Hey, Krugman, Ask China if Stimulus Is a Good Idea
On Friday, Paul Krugman once again made the case to the Obama administration for more stimulus, calling for $300 billion a year in additional spending “until the economy is back on its feet.” And the resulting debt? “This is not an urgent crisis,” he assured CNN’s Erin Burnett. “Yeah, give me an economic recovery, I’ll become a fiscal hawk, but not now.”
Put the Nobel laureate economist in the same row as President Obama, who is hoping that he can push eurozone leaders to adopt pro-growth policies in the weeks ahead. That was the thrust of his diplomacy as he met in Washington on Friday with French President Francois Hollande, who just ran on an anti-austerity platform, and at Camp David yesterday with G8 leaders. Fiscal restraint is so yesterday in the eurozone.
Yet before the industrialized democracies commit to debt-fueled expansion policies, perhaps they should see what effect that approach has had in China. Chinese leaders have been praised for their stimulative tactics announced in November 2008 to counteract the effects of the global downturn.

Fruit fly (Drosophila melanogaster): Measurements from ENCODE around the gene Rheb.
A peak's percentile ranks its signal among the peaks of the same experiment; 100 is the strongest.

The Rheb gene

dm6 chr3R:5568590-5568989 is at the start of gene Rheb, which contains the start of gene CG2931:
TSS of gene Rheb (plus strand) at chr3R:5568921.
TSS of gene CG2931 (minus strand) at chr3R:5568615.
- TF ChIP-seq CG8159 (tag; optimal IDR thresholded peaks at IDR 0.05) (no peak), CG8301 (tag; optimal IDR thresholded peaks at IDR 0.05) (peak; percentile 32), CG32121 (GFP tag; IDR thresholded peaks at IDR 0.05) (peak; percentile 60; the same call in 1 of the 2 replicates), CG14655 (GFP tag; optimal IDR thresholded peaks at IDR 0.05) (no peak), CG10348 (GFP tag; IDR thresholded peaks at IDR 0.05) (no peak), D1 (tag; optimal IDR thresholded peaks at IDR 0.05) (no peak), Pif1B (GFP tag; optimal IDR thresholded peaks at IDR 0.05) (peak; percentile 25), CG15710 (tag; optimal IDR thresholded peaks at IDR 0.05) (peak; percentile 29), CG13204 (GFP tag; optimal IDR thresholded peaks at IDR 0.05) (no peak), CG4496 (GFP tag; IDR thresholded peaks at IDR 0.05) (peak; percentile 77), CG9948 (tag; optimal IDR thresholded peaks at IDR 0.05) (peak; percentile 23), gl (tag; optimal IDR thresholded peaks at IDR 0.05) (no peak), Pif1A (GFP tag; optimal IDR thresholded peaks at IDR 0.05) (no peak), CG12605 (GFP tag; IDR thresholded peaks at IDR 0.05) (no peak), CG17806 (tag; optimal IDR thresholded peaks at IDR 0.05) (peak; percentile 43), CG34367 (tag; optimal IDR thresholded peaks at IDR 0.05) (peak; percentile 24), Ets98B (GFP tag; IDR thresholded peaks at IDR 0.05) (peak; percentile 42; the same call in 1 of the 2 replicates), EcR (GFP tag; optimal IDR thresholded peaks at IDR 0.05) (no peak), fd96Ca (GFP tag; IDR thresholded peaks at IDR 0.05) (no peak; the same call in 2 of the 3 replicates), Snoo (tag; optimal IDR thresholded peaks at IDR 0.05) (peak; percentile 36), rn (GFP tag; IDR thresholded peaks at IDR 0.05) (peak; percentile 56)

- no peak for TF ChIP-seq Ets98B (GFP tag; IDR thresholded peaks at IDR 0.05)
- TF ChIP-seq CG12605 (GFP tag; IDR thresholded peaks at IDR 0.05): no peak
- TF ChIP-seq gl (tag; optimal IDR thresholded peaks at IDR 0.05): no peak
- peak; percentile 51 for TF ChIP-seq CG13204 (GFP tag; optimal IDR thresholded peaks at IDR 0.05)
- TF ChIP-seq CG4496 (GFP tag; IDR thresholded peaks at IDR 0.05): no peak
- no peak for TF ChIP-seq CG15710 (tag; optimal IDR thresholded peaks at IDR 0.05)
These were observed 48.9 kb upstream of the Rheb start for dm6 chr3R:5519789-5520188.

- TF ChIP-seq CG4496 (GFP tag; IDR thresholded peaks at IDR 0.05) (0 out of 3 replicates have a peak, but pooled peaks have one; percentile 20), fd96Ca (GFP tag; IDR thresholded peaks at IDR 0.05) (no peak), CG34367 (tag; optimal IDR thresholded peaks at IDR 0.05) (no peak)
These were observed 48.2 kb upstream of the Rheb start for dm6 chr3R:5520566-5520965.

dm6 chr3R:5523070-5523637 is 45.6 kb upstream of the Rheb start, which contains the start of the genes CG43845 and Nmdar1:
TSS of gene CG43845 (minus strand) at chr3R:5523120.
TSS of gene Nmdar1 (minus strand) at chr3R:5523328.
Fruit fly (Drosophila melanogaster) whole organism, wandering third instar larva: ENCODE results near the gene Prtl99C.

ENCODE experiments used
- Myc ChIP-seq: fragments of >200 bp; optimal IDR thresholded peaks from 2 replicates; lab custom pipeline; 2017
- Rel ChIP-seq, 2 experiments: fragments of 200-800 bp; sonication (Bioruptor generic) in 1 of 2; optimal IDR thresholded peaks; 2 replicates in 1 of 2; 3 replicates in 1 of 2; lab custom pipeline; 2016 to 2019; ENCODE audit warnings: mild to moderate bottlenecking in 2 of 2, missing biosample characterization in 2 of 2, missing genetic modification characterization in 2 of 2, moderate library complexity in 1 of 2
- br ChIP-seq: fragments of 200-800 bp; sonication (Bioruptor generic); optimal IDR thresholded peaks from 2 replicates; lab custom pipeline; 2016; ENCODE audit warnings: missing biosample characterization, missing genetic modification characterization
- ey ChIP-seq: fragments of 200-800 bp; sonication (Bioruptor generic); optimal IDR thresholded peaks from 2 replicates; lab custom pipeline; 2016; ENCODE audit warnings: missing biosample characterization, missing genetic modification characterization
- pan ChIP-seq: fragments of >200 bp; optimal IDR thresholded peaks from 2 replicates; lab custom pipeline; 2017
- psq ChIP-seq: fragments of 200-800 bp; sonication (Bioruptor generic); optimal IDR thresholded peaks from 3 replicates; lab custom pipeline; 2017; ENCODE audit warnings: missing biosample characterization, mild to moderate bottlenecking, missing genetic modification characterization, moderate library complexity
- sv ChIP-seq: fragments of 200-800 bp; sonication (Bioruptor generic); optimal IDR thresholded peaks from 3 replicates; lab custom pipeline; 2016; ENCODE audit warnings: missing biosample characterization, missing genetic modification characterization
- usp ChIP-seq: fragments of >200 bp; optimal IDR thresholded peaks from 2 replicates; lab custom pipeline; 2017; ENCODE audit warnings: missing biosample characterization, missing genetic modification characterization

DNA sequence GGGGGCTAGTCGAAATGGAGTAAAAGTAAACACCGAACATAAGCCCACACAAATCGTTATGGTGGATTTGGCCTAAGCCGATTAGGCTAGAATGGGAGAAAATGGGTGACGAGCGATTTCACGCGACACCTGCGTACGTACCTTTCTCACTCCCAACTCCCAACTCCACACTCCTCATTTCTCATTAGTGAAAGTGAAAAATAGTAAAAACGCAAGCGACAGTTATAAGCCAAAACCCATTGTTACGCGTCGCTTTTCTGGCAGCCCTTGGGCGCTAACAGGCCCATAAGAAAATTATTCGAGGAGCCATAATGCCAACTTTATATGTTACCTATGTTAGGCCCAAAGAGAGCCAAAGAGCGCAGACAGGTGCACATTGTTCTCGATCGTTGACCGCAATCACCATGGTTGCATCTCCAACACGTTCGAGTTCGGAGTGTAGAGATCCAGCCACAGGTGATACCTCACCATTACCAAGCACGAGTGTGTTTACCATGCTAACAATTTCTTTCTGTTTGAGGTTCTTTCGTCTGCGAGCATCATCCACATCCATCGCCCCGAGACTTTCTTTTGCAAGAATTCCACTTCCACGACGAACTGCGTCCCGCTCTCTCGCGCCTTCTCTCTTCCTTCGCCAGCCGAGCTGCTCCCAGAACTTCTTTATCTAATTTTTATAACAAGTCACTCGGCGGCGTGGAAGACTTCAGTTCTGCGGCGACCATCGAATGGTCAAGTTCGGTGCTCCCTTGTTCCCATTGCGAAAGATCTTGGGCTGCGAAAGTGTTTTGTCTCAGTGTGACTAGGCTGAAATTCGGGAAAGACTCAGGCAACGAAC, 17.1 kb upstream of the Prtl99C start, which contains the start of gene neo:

In 2009, the first full year of their expansionary program, they pumped about $1.1 trillion of stimulus into their then-$4.6 trillion economy. Premier Wen Jiabao, China’s economic czar, authorized direct disbursements from the central government’s treasury, but most of the money was released into the economy through the large state banks. He in effect ordered them at the end of 2008 to lower their prudential standards and go on extraordinary lending sprees.